Wednesday, February 21, 2007

Parental rights in France

Yesterday France's Cour de Cassation denied a lesbian mother the opportunity to adopt her nonbiological child. My French is minimal, and I would love to see a decent translation of the rulings in the case. From what I can glean, however, the court hewed closely to France's Civil Code (it is a civil law country after all), which seemed to say that Mother A could not adopt with Mother B surrendering her parental rights. That, obviously, would not be in the best interest of the child, and on that basis the adoption was denied. The only other way both mothers could be full co-parents was for them to marry, currently not an option in France - but apparently a hot issue in the current presidential elections.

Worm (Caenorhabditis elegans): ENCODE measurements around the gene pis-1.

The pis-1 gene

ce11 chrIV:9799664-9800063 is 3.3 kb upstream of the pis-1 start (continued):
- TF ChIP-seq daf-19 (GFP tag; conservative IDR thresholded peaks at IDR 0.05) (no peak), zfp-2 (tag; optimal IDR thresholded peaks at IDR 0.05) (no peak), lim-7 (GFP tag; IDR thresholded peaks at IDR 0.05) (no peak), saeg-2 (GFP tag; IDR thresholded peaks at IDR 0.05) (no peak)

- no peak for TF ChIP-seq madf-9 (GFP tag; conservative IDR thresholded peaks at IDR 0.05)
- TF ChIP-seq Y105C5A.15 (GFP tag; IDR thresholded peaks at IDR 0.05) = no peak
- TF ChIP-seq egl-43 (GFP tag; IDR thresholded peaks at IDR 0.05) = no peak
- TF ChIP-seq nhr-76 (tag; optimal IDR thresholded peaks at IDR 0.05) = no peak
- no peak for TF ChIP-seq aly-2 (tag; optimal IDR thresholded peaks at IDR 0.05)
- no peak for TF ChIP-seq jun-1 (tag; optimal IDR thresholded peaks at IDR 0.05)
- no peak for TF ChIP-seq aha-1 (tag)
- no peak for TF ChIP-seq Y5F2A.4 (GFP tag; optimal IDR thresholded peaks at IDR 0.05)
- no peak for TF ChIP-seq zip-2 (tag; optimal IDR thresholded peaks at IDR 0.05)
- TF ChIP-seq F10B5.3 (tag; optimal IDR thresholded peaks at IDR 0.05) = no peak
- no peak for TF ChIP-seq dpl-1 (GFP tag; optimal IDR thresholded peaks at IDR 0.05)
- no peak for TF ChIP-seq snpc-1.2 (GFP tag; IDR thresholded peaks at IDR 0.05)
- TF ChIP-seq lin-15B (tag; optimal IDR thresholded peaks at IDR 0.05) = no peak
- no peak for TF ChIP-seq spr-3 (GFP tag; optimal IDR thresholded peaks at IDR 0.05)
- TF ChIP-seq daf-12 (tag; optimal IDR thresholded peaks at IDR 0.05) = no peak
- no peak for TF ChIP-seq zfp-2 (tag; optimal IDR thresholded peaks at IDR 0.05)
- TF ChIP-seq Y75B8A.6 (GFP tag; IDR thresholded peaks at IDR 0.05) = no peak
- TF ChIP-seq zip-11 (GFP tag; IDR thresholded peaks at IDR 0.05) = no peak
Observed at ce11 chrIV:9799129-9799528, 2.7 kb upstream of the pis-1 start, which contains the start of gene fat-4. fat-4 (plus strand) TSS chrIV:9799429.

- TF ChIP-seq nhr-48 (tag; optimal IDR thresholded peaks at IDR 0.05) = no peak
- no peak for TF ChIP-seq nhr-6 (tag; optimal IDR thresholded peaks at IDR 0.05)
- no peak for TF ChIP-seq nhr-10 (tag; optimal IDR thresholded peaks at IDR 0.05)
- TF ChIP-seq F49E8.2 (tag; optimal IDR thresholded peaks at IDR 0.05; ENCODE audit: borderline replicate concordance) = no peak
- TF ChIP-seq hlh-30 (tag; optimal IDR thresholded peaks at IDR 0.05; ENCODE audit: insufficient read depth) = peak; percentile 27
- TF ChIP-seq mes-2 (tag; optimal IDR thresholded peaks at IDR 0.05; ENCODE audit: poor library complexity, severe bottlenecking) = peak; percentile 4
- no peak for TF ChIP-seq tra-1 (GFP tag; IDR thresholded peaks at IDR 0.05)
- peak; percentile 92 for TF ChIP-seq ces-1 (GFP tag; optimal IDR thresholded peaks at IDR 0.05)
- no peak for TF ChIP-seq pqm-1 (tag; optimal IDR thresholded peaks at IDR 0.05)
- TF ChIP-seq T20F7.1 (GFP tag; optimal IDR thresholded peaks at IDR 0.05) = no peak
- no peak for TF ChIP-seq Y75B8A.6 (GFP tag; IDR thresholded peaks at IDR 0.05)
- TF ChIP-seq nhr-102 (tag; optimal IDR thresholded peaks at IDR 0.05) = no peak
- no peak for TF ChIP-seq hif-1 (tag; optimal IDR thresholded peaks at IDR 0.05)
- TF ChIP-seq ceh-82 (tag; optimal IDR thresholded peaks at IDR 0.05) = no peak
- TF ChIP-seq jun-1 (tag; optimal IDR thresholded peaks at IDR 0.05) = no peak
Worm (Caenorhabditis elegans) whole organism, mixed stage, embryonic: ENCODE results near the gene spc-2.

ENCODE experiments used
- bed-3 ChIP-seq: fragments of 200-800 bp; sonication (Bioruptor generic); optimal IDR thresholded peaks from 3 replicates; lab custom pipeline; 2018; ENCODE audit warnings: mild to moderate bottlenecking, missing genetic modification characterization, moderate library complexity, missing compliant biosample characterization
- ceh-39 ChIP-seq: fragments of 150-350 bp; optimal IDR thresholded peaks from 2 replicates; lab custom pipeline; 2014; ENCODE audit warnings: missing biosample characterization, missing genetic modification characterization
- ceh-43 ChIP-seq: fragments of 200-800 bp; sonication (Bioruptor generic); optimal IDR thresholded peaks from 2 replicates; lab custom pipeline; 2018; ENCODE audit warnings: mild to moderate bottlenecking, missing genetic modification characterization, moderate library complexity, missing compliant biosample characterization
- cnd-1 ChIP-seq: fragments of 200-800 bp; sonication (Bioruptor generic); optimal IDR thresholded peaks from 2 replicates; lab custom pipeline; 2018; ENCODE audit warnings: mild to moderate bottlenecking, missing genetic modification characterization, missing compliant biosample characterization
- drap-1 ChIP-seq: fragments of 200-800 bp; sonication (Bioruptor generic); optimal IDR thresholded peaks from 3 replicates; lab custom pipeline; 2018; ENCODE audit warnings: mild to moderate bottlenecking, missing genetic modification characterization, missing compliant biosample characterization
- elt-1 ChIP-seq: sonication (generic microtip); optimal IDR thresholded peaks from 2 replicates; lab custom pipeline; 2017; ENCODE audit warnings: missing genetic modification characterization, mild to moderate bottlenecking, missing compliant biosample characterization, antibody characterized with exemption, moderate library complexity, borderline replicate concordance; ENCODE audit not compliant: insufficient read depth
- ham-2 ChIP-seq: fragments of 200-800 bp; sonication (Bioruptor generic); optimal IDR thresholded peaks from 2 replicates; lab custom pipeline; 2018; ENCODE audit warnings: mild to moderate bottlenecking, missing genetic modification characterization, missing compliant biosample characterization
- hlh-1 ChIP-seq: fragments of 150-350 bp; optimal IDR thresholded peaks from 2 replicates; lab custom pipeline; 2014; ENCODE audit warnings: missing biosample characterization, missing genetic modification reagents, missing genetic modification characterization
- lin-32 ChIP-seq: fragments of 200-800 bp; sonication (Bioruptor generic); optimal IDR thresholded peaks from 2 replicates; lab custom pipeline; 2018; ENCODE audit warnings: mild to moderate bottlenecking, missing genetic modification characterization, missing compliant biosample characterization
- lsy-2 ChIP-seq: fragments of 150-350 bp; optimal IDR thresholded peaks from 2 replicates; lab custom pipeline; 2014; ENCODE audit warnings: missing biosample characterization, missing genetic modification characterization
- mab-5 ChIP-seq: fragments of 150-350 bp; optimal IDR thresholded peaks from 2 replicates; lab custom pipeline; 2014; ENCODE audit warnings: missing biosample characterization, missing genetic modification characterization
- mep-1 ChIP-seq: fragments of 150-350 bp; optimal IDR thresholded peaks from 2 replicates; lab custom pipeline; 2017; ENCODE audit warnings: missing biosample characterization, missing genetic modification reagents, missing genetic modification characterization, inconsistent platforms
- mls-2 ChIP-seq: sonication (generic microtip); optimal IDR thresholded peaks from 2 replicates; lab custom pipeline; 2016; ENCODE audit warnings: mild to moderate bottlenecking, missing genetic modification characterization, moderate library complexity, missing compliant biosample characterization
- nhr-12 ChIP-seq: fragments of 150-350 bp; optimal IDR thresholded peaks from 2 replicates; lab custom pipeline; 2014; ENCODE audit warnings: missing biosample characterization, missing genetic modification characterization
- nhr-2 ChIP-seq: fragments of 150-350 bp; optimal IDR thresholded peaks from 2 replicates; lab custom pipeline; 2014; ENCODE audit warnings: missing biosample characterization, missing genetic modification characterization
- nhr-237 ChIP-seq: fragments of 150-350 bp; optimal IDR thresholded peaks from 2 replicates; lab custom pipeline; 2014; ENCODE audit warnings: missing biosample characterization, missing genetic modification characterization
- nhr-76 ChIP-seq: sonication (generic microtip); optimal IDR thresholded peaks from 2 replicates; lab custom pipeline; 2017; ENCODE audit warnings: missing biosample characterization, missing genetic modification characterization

To further confuse things, I cannot quite figure out the difference between the above ruling and a ruling by the same court a year ago, which appeared to allow a lesbian bio-mom to delegate substantial parental authority to the nonbiological mother. (This based on what little I can make of the original French, along with a couple of news reports.) What this seems to mean is that a nonbiological co-parent in a pacte civil can take on a substantial parental role, but this is always subject to the (presumably revocable) consent of the natal parent. This sort of parental status is precarious indeed, and as breakup of the parents could destroy it. If you can help clarify matters here, please comment.

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